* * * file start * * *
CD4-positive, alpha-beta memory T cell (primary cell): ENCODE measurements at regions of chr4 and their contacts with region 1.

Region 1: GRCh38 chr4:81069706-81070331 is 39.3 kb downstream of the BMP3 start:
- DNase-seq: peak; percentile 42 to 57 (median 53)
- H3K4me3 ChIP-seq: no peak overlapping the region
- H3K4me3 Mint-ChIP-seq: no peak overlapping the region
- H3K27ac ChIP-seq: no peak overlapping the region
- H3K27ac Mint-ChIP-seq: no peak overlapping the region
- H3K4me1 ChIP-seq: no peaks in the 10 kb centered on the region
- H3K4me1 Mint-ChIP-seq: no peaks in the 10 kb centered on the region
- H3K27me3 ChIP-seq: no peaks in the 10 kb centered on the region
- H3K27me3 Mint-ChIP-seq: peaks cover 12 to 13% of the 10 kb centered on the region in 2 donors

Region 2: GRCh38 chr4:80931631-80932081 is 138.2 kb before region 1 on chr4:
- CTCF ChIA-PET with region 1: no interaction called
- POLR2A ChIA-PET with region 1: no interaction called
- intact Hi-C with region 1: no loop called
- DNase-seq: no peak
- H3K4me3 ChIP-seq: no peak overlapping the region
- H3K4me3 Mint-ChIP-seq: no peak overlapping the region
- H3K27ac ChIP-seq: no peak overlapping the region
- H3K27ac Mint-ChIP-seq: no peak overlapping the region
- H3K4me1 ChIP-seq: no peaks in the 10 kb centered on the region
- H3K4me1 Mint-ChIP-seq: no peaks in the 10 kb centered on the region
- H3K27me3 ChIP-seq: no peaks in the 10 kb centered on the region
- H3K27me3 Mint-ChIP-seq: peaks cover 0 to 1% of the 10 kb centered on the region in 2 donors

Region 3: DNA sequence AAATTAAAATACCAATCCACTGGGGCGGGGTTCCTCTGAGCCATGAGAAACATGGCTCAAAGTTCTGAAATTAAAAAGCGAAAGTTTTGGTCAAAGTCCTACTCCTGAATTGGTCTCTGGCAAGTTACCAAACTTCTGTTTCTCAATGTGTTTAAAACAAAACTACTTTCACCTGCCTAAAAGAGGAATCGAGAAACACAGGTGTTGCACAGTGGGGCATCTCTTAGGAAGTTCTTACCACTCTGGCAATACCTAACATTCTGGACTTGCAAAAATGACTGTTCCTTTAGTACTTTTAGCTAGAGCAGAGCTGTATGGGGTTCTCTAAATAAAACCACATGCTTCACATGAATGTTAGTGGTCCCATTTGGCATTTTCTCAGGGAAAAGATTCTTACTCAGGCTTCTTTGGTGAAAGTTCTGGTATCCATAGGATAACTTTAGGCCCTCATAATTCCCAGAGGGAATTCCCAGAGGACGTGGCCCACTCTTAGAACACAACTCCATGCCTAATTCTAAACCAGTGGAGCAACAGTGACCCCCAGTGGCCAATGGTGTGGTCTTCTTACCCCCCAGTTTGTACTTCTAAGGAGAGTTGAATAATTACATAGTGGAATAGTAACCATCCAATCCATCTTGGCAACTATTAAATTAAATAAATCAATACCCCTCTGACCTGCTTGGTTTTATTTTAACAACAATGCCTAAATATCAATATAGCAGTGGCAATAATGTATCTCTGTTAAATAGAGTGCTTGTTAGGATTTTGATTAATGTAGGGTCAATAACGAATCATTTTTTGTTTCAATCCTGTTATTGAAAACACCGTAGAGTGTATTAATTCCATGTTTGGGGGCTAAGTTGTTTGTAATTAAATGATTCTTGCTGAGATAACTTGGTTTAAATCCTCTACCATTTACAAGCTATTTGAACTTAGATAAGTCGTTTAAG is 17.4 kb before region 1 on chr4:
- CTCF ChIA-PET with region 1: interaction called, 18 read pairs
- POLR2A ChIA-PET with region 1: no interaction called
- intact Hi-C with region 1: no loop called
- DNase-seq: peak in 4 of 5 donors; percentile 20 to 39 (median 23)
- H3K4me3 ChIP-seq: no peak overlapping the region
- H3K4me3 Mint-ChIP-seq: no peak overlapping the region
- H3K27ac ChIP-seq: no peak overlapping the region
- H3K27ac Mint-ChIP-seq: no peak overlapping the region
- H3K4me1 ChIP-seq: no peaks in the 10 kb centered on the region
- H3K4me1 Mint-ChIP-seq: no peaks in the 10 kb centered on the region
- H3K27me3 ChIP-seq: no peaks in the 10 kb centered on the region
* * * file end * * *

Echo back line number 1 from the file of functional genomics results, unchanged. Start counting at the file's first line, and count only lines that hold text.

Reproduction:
CD4-positive, alpha-beta memory T cell (primary cell): ENCODE measurements at regions of chr4 and their contacts with region 1.